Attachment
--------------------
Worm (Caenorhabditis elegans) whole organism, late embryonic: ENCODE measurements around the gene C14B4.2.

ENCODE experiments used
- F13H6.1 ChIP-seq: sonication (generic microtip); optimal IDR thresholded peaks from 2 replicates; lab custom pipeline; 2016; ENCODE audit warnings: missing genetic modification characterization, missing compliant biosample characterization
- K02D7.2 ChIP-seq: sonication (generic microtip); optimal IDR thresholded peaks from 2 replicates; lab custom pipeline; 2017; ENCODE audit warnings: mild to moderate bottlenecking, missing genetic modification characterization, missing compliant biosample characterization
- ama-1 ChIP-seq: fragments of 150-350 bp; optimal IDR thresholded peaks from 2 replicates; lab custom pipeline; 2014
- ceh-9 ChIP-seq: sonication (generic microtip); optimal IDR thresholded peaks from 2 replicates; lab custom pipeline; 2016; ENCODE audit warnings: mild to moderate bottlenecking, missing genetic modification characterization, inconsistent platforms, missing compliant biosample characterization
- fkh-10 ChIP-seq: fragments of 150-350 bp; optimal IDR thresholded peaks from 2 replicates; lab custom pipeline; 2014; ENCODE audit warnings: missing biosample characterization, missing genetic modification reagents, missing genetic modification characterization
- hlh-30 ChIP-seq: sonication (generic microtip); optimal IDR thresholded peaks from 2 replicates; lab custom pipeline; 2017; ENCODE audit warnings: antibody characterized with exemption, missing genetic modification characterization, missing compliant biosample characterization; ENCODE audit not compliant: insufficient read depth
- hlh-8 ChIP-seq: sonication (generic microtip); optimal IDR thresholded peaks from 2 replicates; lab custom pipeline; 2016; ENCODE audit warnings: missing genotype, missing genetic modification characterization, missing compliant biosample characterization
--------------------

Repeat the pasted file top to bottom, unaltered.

Worm (Caenorhabditis elegans) whole organism, late embryonic: ENCODE measurements around the gene C14B4.2.

ENCODE experiments used
- F13H6.1 ChIP-seq: sonication (generic microtip); optimal IDR thresholded peaks from 2 replicates; lab custom pipeline; 2016; ENCODE audit warnings: missing genetic modification characterization, missing compliant biosample characterization
- K02D7.2 ChIP-seq: sonication (generic microtip); optimal IDR thresholded peaks from 2 replicates; lab custom pipeline; 2017; ENCODE audit warnings: mild to moderate bottlenecking, missing genetic modification characterization, missing compliant biosample characterization
- ama-1 ChIP-seq: fragments of 150-350 bp; optimal IDR thresholded peaks from 2 replicates; lab custom pipeline; 2014
- ceh-9 ChIP-seq: sonication (generic microtip); optimal IDR thresholded peaks from 2 replicates; lab custom pipeline; 2016; ENCODE audit warnings: mild to moderate bottlenecking, missing genetic modification characterization, inconsistent platforms, missing compliant biosample characterization
- fkh-10 ChIP-seq: fragments of 150-350 bp; optimal IDR thresholded peaks from 2 replicates; lab custom pipeline; 2014; ENCODE audit warnings: missing biosample characterization, missing genetic modification reagents, missing genetic modification characterization
- hlh-30 ChIP-seq: sonication (generic microtip); optimal IDR thresholded peaks from 2 replicates; lab custom pipeline; 2017; ENCODE audit warnings: antibody characterized with exemption, missing genetic modification characterization, missing compliant biosample characterization; ENCODE audit not compliant: insufficient read depth
- hlh-8 ChIP-seq: sonication (generic microtip); optimal IDR thresholded peaks from 2 replicates; lab custom pipeline; 2016; ENCODE audit warnings: missing genotype, missing genetic modification characterization, missing compliant biosample characterization